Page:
A while back, I wondered where ideas come from.

Today, I’m thinking about stories. Real stories.

On Friday morning, I crossed the concourse of London Paddington station and encountered a tribute to the young soldiers of WWI who died in the Battle of the Somme. Young men, in 1914 uniforms, stood idly waiting for trains, squatting on the floor, leaning against walls, occasionally breaking into song. Each one gave out a card. On it was a name, a regiment and a date of death.

Those putting-on-a-brave-face representatives of young men and boys made me appreciate all over again what that war meant for a generation and why we must never undervalue peace.

On I went to Cardiff, where I used to live. Wandering the streets, noting the changes, rabbitting with the family, I realised how objects, places and experiences become talismans and legends in our own histories. Experiences retold carve them deeper. “Do you remember that time when…”

Of course we remember, but like little kids, we want to hear it again. Exactly the same way.

Then Wales beat Belgium three-nil in the European Cup and once again, history was made (and beer spilt). Suddenly it was memories in the making.

Thanks to Dipanshu for the clip.

London, 3 July, 2016. The March for Europe.

Stories depend on the storyteller. I marched through London on Saturday not as a bad loser but in attempt to change the narrative. Enough simplistic scary stories. Because there are so many wonderful realities and complexities to be explored.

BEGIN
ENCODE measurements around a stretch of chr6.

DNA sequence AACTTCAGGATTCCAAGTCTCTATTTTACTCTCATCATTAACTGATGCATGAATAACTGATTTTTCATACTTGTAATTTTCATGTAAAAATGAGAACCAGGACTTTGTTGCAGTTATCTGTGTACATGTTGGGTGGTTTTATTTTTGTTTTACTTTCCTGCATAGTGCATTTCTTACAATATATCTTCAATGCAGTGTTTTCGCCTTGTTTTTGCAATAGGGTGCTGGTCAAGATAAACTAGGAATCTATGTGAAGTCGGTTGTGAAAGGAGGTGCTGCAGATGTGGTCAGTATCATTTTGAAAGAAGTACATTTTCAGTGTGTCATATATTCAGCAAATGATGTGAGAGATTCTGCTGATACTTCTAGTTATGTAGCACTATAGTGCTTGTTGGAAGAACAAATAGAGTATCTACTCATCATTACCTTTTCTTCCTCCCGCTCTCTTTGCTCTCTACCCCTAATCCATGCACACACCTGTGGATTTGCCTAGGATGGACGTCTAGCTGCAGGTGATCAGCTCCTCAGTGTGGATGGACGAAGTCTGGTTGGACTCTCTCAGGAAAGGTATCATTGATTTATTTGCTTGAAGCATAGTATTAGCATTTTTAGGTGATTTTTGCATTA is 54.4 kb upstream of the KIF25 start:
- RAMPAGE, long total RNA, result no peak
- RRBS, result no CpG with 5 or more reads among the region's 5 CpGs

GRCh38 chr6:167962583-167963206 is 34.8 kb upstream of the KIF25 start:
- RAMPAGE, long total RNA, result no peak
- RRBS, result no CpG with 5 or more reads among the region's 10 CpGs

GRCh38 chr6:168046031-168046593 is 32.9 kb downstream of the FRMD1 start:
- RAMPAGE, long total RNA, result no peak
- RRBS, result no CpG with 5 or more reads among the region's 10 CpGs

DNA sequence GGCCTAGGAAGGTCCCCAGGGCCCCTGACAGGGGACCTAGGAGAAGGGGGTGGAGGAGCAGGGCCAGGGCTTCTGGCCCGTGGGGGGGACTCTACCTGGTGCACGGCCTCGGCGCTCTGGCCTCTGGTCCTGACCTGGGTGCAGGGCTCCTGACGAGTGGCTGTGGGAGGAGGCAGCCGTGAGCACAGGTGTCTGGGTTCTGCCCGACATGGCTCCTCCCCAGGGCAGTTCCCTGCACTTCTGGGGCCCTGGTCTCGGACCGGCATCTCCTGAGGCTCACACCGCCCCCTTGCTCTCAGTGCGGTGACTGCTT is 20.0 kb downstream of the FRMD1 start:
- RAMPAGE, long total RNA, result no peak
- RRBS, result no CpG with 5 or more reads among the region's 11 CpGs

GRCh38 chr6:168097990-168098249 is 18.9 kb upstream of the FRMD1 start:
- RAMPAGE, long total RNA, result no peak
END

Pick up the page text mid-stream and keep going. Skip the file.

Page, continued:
Joan (95) from London, in a wheelchair, assisted by her carer: “I will not tolerate government by propaganda. I will not be treated like an idiot.

Natalia (22) from Bratislava, who works in catering: “The media want romantic successes. The reality is boring jobs and slow acceptance by the community. This [result] is a back step.

Adebayo (35ish) from Lewisham, who works in Left Luggage: “Britain can’t make up its mind. Unless you’re good at football. Then you’re one of us.


The main thing I retain from the march on Saturday is a sense of unity. Everyone included, with a broad variety of opinion. Vocal protest, eloquent argument and a willingness to listen to each other’s views – including slogans – were all present.

British politics has become a pantomime. Yeah, yeah, we know who’s behind you.

Our heritage is a blend of myth, legend and history, represented by individual flags, and deserving of the respect and honour shown this week.

But our future is fluid – we can choose the stories we tell, the marks we leave on the wall.